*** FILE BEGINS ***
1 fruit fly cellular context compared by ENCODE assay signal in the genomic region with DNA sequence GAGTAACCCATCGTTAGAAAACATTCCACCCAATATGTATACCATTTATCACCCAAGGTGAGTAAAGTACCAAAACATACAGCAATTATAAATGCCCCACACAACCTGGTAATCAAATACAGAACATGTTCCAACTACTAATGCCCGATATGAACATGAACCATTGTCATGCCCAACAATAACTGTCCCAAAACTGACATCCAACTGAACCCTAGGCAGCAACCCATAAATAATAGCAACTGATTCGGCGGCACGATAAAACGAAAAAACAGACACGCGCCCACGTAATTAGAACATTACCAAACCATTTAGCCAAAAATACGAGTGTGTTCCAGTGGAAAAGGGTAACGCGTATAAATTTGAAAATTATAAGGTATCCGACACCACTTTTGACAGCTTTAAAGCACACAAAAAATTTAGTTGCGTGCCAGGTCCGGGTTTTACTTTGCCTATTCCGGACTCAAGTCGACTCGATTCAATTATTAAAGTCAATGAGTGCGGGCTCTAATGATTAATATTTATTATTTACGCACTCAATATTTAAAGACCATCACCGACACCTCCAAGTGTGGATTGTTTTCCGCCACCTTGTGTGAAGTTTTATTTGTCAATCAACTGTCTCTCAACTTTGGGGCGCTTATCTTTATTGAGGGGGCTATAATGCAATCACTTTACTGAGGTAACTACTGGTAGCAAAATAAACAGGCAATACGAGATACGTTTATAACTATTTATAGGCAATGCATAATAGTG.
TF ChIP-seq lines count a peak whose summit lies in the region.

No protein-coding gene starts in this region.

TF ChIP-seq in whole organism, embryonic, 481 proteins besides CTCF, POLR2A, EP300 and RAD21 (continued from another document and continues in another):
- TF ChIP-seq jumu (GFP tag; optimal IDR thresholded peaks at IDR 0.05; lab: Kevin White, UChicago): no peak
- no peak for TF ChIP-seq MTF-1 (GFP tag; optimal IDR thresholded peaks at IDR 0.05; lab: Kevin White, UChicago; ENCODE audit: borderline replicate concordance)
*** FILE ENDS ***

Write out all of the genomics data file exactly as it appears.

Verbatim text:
1 fruit fly cellular context compared by ENCODE assay signal in the genomic region with DNA sequence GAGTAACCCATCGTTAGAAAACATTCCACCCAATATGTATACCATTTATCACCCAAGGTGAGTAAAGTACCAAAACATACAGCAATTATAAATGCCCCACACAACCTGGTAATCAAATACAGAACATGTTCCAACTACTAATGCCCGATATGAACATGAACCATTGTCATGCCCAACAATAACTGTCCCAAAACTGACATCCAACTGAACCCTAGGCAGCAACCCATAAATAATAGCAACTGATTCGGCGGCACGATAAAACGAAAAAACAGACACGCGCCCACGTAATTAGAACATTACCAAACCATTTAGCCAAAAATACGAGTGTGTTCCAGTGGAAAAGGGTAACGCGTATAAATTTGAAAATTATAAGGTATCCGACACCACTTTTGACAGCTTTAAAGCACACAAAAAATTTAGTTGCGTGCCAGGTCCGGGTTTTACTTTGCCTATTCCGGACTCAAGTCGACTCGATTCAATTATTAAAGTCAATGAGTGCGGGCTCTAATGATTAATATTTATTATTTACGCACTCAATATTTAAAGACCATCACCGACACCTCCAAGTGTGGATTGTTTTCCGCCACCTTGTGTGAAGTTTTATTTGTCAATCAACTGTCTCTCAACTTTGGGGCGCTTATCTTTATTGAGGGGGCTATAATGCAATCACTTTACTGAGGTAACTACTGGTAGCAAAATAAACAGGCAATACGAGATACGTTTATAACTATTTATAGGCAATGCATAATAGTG.
TF ChIP-seq lines count a peak whose summit lies in the region.

No protein-coding gene starts in this region.

TF ChIP-seq in whole organism, embryonic, 481 proteins besides CTCF, POLR2A, EP300 and RAD21 (continued from another document and continues in another):
- TF ChIP-seq jumu (GFP tag; optimal IDR thresholded peaks at IDR 0.05; lab: Kevin White, UChicago): no peak
- no peak for TF ChIP-seq MTF-1 (GFP tag; optimal IDR thresholded peaks at IDR 0.05; lab: Kevin White, UChicago; ENCODE audit: borderline replicate concordance)